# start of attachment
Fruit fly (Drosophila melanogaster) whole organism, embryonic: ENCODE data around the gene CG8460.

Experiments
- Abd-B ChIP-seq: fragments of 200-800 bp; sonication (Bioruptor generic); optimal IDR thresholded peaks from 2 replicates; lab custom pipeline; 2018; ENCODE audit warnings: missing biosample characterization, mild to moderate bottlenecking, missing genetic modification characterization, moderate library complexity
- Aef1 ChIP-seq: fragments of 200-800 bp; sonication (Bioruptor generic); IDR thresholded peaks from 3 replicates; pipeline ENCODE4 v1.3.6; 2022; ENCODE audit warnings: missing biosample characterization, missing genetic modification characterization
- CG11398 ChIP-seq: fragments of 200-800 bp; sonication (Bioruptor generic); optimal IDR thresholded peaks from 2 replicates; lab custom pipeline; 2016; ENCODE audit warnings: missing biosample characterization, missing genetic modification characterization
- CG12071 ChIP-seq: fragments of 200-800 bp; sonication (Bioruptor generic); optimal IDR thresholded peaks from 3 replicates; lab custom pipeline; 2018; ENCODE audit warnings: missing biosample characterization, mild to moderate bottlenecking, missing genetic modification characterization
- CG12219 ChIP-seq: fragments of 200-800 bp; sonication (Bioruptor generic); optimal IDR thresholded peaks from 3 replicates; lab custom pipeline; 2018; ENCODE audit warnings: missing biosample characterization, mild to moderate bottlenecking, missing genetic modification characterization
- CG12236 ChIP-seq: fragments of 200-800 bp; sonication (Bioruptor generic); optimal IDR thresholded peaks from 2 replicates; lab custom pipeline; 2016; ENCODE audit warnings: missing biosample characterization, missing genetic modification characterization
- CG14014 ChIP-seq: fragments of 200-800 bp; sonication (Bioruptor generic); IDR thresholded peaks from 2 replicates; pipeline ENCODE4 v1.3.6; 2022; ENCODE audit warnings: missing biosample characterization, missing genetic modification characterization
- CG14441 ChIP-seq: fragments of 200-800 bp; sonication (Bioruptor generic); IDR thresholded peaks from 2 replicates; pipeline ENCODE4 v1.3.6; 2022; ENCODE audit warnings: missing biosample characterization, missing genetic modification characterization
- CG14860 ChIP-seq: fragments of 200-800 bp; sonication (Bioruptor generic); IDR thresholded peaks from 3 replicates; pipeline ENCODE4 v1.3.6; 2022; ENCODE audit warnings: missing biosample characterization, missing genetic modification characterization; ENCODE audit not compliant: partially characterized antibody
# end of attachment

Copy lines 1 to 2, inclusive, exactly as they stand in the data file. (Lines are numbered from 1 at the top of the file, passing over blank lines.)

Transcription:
Fruit fly (Drosophila melanogaster) whole organism, embryonic: ENCODE data around the gene CG8460.

Experiments